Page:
The house crow (Corvus splendens), also known as the Indian, greynecked, Ceylon or Colombo crow, is a common bird of the crow family that is of Asian origin but now found in many parts of the world, where they arrived assisted by shipping. It is between the jackdaw and the carrion crow in size (40 cm (16 in) in length) but is slimmer than either. The forehead, crown, throat and upper breast are a richly glossed black, whilst the neck and breast are a lighter grey-brown in colour. The wings, tail and legs are black. There are regional variations in the thickness of the bill and the depth of colour in areas of the plumage.
The nominate race C. s. splendens is found in Pakistan, India, Nepal and Bangladesh and has a grey neck collar. The subspecies C. s. zugmayeri is found in the dry parts of South Asia and Iran and has a very pale neck collar. The subspecies C. s. protegatus is found in southern India, the Maldives (sometimes separated as maledivicus) and Sri Lanka and is darker grey. C. s. insolens, found in Myanmar, is the darkest form and lacks the grey collar.
Distribution and habitat
It has a widespread distribution in southern Asia, being native to Nepal, Bangladesh, India, Pakistan, Sri Lanka, Maldives and Laccadive Islands, South West Thailand and coastal southern Iran. It was introduced to East Africa around Zanzibar (about 1897) and Port Sudan. It arrived in Australia via ship but has up to now been exterminated. Recently, it has made its arrival in Europe and has been breeding in the Dutch harbour town Hook of Holland since 1998. An individual has been present in Cork Harbour on the south coast of Ireland since early September 2010.
It is associated with human settlements throughout its range, from small villages to large cities. In Singapore, there was a density of 190 birds/km2 in 2001 with efforts to suppress the population in planning.
Due to a human population explosion in the areas it inhabits, this species has also proportionately multiplied. Being an omnivorous scavenger has enabled it to thrive in such circumstances.
The invasive potential for the species is great all over the tropics. This species is able to make use of resources with great flexibility and appears to be associated with humans, and no populations are known to exist independently of humans.
House crows feed largely on refuse around human habitations, small reptiles and mammals, and other animals such as insects and other small invertebrates, eggs, nestlings, grain and fruits. House crows have also been observed swooping down from the air and snatching baby squirrels. Most food is taken from the ground, but also from trees as opportunity arises. They are highly opportunistic birds and given their omnivorous diet, they can survive on nearly anything that is edible. These birds can be seen near marketplaces and garbage dumps, foraging for scraps. They have also been observed to eat sand after feeding on carcass.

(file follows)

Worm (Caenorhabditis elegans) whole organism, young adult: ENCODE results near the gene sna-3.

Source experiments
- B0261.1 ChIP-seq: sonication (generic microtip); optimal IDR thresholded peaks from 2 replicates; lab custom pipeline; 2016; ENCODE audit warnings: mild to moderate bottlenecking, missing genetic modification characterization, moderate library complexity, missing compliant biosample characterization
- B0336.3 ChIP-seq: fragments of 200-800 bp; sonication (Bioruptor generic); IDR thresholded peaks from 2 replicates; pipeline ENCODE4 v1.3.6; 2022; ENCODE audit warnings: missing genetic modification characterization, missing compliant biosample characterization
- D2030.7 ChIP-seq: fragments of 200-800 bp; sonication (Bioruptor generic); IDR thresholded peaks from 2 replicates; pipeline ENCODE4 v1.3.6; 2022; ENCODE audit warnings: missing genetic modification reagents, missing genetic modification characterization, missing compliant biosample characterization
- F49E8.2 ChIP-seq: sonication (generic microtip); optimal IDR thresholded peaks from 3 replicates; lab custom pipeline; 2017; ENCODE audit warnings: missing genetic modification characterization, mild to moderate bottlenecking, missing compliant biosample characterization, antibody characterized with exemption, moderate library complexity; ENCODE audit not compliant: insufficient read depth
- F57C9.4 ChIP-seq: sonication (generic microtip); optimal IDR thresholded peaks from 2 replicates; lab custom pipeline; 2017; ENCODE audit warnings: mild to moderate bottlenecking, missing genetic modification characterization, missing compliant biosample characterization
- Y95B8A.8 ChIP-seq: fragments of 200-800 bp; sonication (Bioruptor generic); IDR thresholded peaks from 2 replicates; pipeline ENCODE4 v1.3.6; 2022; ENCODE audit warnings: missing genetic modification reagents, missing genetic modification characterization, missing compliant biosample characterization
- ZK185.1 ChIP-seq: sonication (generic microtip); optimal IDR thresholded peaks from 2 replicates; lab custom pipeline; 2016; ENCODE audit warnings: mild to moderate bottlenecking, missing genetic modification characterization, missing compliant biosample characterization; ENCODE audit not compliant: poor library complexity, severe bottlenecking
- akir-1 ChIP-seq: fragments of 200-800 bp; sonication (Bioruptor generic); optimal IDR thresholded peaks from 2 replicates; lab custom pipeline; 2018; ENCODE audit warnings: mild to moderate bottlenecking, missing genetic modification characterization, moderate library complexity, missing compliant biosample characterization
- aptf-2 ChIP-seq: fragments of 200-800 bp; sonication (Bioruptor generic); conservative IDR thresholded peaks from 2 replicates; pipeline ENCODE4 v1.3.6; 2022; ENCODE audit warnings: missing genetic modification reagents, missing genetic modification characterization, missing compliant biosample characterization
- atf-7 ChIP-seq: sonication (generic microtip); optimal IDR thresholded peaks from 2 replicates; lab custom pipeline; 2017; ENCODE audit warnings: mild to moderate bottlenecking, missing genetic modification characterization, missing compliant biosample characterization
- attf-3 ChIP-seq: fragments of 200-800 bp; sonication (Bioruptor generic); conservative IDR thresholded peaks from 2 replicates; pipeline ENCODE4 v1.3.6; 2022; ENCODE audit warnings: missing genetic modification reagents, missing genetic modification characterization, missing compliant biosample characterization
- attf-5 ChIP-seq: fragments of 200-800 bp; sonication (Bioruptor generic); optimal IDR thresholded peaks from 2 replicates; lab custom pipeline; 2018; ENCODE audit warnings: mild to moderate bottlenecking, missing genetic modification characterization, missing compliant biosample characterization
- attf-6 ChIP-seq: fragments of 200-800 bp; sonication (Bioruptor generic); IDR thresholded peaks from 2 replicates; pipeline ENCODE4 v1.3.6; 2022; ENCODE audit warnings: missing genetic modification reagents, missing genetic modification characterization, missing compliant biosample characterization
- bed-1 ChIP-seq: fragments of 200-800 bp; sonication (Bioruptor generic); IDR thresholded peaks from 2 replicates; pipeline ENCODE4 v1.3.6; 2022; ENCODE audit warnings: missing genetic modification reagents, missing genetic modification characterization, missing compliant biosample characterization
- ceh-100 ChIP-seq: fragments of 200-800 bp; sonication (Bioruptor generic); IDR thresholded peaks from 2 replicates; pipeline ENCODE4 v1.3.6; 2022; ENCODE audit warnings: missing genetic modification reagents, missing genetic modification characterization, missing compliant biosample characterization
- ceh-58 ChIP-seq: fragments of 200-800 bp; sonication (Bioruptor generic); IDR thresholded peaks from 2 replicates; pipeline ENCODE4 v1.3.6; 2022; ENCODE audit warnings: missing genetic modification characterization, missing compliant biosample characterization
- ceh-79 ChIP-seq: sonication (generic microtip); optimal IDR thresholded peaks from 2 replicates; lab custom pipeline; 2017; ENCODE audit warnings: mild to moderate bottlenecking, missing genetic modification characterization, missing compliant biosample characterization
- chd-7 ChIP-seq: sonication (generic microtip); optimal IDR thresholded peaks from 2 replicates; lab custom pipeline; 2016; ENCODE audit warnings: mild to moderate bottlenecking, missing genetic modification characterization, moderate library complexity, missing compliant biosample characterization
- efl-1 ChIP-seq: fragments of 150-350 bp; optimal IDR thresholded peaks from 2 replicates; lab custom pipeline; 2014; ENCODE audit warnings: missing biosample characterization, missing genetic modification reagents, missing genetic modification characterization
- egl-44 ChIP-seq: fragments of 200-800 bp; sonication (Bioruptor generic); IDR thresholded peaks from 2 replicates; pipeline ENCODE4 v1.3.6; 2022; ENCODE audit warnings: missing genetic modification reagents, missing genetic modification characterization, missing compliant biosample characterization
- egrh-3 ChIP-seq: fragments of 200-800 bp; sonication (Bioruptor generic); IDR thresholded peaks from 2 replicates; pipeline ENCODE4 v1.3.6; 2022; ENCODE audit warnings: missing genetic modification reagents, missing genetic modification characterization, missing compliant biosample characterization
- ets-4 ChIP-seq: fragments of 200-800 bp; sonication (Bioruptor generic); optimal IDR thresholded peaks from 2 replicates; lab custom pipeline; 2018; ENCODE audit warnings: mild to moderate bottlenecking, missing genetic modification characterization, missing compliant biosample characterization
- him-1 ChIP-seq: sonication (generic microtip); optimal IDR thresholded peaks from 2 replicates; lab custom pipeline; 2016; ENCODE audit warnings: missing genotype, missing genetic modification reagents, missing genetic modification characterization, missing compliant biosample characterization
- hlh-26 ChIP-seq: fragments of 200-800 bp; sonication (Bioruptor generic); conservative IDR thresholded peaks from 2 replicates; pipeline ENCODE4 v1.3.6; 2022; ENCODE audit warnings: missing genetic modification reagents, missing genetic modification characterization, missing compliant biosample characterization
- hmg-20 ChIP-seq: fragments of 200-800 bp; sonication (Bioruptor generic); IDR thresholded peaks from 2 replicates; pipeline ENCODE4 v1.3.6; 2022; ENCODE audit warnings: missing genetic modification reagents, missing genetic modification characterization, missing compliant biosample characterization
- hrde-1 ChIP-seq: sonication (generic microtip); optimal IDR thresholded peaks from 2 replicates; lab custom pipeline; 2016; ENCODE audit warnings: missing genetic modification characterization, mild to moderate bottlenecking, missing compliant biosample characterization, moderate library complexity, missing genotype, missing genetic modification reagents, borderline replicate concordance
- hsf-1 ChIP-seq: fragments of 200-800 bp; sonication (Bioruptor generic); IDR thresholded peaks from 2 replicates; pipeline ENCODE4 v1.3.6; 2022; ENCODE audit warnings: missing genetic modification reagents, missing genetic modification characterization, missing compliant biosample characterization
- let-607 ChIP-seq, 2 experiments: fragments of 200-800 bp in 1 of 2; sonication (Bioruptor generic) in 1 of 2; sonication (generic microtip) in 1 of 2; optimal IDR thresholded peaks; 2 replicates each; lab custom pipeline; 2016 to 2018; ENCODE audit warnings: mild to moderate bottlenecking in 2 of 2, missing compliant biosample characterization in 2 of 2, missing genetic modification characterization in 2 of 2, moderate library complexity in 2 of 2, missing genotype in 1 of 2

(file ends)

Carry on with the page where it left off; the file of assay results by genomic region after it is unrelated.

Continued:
At least some trees in the local environment seem to be necessary for successful breeding although house crows occasionally nest on telephone towers. It lays 3–5 eggs in a typical stick nest, and occasionally there are several nests in the same tree. In South Asia they are parasitized by the Asian koel. Peak breeding in India as well as Peninsular Malaysia is from April to July. Large trees with big crowns are preferred for nesting.
House crows roost communally near human habitations and often over busy streets. A study in Singapore found that the preferred roost sites were in well-lit areas with a lot of human activity, close to food sources and in tall trees with dense crowns that were separated from other trees. The roost sites were often enclosed by tall buildings.
The voice is a harsh kaaa-kaaa.
Relationship to humans
It is suspected that paramyxoviruses, such as PMV 1 that causes of Newcastle disease may be spread by Corvus splendens. Outbreaks of Newcastle disease in India were often preceded by mortality in crows. They have also been found to carry Cryptococcus neoformans, which can cause cryptococcosis in humans.
House crows in Tanzania curiously showed an absence of blood parasites, although some species such as Trypanosoma corvi have been first described from this species. Pathologist T.R. Lewis expressed surprise at the numbers of haematozoa present in the blood of house crows from Calcutta.
Collecting twigs for building nest, Central Park (Kolkata)
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- Lewis, Timothy Richards (1879). The microscopic organisms found in the blood of man and animals, and their relation to disease. Calcutta: Government Press. p. 71.
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